Never Forgotten: Fight to Release Political Prisoners in US

Published February 2, 2021

Never Forgotten: Fight to Release Political Prisoners in US

Activists are in urgent fight for release of aging political prisoners held captive inside the U.S.

The United States’ denial of Black and Brown political prisoners oozes a greasy history of hypocrisy and lies.

And as social justice movements begin to gain momentum and talk of dealing with mass incarceration and defunding or radically reforming police grows, they are a reminder of how prisons are used as a tool for social control and a warehouse for socially oppressed people.

Political imprisonment and political prosecutions have a long and deep history: Huey P. Newton, Black Panther Party co-founder and leader, was accused in 1968 in Oakland of first-degree murder, felonious assault, and kidnapping connected with the death of one police officer and the shooting and injury of another police officer. With a majority White jury, Mr. Newton was acquitted of assaulting an officer, and convicted of voluntary manslaughter. His conviction was reversed by the California Court of Appeals. Two more unsuccessful trials followed before all charges were dismissed in December 1970.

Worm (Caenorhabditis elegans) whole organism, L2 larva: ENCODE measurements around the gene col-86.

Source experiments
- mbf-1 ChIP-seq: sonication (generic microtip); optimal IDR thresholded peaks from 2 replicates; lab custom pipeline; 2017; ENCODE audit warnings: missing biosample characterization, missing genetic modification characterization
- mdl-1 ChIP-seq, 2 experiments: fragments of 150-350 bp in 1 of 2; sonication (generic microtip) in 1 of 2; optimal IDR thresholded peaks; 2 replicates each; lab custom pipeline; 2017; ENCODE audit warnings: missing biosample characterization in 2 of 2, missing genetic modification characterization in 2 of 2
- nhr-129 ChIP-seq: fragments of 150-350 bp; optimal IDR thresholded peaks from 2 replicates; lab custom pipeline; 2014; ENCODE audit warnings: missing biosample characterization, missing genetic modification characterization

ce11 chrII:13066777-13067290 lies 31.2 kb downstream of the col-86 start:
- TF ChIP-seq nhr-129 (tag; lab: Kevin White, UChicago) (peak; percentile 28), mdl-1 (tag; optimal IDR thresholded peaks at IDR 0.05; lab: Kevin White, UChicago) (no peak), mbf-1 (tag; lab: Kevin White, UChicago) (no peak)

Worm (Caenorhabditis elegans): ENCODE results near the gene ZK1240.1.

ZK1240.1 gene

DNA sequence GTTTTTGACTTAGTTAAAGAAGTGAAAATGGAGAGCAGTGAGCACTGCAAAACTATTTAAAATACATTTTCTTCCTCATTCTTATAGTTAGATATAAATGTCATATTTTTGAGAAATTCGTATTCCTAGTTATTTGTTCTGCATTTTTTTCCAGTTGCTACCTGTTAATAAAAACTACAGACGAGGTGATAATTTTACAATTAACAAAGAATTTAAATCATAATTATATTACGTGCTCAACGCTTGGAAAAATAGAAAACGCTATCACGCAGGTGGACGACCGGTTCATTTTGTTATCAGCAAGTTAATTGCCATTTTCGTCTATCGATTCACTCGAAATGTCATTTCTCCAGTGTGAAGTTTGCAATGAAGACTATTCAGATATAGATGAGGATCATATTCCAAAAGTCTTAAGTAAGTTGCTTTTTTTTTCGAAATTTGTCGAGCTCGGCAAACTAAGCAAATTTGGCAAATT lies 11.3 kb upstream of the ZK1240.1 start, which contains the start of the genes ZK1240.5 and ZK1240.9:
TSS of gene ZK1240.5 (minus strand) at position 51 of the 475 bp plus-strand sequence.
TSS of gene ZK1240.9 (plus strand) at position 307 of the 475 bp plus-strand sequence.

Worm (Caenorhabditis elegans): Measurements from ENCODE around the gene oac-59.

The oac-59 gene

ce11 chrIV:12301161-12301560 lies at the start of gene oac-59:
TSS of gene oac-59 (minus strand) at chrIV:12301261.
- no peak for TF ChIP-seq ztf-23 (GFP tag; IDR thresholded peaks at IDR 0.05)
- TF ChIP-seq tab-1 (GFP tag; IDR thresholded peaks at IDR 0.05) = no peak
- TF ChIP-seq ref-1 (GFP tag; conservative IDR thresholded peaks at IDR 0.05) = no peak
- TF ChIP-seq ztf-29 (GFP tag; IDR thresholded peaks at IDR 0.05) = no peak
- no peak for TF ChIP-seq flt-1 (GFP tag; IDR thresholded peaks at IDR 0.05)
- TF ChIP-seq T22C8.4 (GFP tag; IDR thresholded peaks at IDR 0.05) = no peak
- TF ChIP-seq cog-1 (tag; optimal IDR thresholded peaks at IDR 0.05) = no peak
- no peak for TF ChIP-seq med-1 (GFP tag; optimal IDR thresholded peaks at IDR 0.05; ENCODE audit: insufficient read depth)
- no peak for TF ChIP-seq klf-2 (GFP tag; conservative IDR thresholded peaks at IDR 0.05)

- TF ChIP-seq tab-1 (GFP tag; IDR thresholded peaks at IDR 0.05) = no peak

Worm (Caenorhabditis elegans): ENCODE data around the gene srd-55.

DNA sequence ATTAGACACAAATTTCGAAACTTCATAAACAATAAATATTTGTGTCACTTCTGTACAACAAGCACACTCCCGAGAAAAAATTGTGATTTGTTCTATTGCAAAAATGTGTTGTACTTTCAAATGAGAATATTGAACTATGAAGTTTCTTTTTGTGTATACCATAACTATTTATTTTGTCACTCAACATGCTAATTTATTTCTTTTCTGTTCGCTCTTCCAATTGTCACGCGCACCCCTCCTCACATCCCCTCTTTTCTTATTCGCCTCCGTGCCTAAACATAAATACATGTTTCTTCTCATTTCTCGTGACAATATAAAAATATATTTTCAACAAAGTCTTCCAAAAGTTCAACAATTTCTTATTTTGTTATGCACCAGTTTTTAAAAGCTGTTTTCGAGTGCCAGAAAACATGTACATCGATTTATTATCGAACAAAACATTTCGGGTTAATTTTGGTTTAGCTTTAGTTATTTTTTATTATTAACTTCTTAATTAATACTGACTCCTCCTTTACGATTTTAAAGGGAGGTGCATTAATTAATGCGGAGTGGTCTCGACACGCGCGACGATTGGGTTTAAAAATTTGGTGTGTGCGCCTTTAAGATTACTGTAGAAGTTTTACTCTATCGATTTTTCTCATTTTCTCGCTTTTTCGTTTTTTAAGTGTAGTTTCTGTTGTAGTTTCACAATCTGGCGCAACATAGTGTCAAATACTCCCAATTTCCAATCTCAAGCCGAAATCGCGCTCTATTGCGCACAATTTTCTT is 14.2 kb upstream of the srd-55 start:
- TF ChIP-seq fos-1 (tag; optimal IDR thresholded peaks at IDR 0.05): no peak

Black power activist Angela Davis was charged and acquitted on charges of conspiracy, murder and kidnapping by a jury in San Jose, California in 1972.

Ramona Africa, of MOVE, a Philadelphia- based Black liberation organization, lived through the 1985 police bombing of MOVE headquarters. “Eleven people had died in the MOVE house from the resulting fire, 6 adults and five children, and 250 neighborhood residents left homeless from the incident,” according to the Amistad Research Center. She was imprisoned for seven years on riot charges, but a lawsuit led to her being awarded $500,000 “for pain, suffering, and injuries related to the 1985 incident,” said the center.

Mumia Abu-Jamal, a former Black Panther, MOVE member and community journalist, has served almost 40 years in prison for allegedly killing a Philadelphia police officer. Supporters say he is innocent and are awaiting a new trial with the discovery of evidence not given to the defense at his initial trial. His death sentence was overturned by a federal judge in 2001. He was given life without parole.

Longtime Native American political prisoner Leonard Peltier, whose imprisonment is based on a June 26, 1975 shoot out and has been in captivity for over 30 years, was wrongfully convicted in the deaths of two FBI agents and targeted by FBI Counterintelligence operations against him and American Indian Movement leaders. He is serving two consecutive life terms.